Tips to Improve Your Credit Score
Are you getting ready to apply for a mortgage loan and want to ensure you qualify for the best rates? Perhaps you want to make sure you are eligible for the best credit cards. Either way, you’ll want to start by improving your credit score.
There are several factors used to calculate your credit score, including:
- Amounts owed
- Payment history
- Length of credit history
It’s important to note that though there are no “quick fixes” for a low score, there are a few things you can do to move in the right direction. Below, we’ll outline 6 steps you can take to start improving your credit score today.
6 Steps to Improving Your Credit Score
Check the Accuracy of Your Credit Reports
Three primary credit reporting agencies, Equifax, Experian, and TransUnion, gather your information from companies where you have open accounts. This includes:
- Credit cards
- Auto loans
While they do strive to collect accurate info, this isn’t always the case. In one FTC study, it was discovered that 26% of consumers have potential errors on at least one of their credit reports.
Therefore, the first step in improving your credit score is to make sure that the accounts and negative marks on your credit report are yours. Federal law requires that credit agencies allow you to access your credit report once every 12 months for free.
Request your reports and ensure accuracy. If you find something inaccurate, file a dispute with the agency as well as the bank/lender.
Understand Risk Factors
When requesting your free credit reports, you will only receive the report- you won’t see your credit score. That being said, you can purchase full credit reports if you are interested in seeing a significant increase in your score.
When you purchase your credit report, you’ll also receive a list of risk factors. There are up to 300 risk factors used to determine your credit score and knowing them will help you see what improvements you can make.
Your risk factors may include a specific account that is hurting your credit score. On the other hand, maybe you have too many credit applications within a short time. In some cases, not having a mortgage can be a risk factor. While you won’t be able to fix everything, there may be some that you can change.
Always Make On-Time Payments
If there’s one thing you can do that will improve your credit score, it would be always making on-time payments. Your payment history is 35% of your credit score. Even if you have a high score, being late by 30 days on one payment could cause your score to drop 90 to 110 points. If you are more than 30 days late, the impact could be even greater.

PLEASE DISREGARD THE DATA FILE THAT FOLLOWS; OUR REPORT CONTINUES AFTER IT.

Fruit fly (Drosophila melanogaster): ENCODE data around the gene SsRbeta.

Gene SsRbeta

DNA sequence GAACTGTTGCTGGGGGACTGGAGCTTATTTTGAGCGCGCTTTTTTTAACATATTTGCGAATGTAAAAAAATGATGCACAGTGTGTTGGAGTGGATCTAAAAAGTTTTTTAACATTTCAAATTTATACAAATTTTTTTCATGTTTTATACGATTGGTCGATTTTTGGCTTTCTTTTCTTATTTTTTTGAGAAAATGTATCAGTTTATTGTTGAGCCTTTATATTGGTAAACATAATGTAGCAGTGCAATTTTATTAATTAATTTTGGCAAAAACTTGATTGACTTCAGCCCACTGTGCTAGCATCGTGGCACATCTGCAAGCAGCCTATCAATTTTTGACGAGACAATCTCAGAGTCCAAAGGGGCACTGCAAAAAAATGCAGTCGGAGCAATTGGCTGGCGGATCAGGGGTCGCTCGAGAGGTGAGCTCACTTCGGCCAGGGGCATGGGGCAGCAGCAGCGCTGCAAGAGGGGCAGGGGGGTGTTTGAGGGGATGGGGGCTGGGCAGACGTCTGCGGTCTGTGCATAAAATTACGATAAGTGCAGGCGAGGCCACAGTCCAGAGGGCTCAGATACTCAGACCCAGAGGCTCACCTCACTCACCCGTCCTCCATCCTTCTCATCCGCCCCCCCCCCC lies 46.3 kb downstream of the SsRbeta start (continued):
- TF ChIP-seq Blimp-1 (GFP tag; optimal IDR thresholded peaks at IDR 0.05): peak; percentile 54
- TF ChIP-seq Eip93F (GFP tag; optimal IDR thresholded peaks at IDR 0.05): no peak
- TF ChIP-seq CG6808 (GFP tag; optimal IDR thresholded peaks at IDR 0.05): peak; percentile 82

Late/delinquent payments will remain on your credit report for 7 years. The impact will decline over time, but the negative mark is still there. If you have missed payments on your credit report or you want to avoid the risk, put all bills on auto-pay or set up payment reminders.
Manage Credit Utilization
The credit agencies don’t have access to your DTI (debt to income) ratio, so they use a factor known as “credit utilization”. This is 30% of your credit score and reflects the amount of debt outstanding on all of your accounts about your available credit.
For example, if you have a credit card with a $10,000 limit and a $4,000 balance, you have a 40% utilization. Ideally, you should keep credit utilization below 30%, but those with a 10% or less utilization rate have higher credit scores.
There is a catch- balances are typically reported before the due date. Therefore, even if you do pay in full every month, your credit report shows a higher utilization rate. You can control this by:
Paying down revolving credit, focusing on cards/lines that are reaching their limit
Request an increase in credit line if you’re a good customer with a good payment history
Make more than one payment in a billing cycle when possible
Get a Credit Card
When used wisely, a credit card is one of the best ways to improve your credit score- but if used irresponsibly, it can hurt your score.
By getting a credit card and making on-time payments, you show positive payment history and if you keep spending low, you show a low utilization ratio. A credit card will also have a positive impact on the credit mix and new account aspect of your credit score.
If you’re worried about spending too much on a credit card, find one with no annual fee and only use it for a couple of recurring expenses. Set those expenses to autopay and put the card away. Then, you don’t have to worry about racking up a big bill or missing a payment. However, you will be quickly improving your credit history and score.
Do All Shopping at Once
A hard credit inquiry has a short-term negative impact on your credit score. However, the agencies do make accommodations for responsible shoppers who are trying to evaluate their options.
If you’re shopping for an auto loan, mortgage, or student loan, keep everything within 30 days. This way, the inquiry made by one lender doesn’t reduce your score for the next lender. FICO ignores inquiries made 30 days before scoring but some older models use a 14-day window. Therefore, the tighter your shopping window, the better.
Change Takes Time
While it’s true that paying down credit cards and disputing errors can give your credit score a short-term boost, it takes time to improve your credit score. The agencies want to see consistent, responsible behavior for some time before they will significantly change your score.
Therefore, keep an eye on your reports, pay all bills on time, and make an effort to pay down revolving lines. It will take time, but it will be worth it. If you need help creating an action plan to improve your credit score, contact Gipson Commercial Solutions.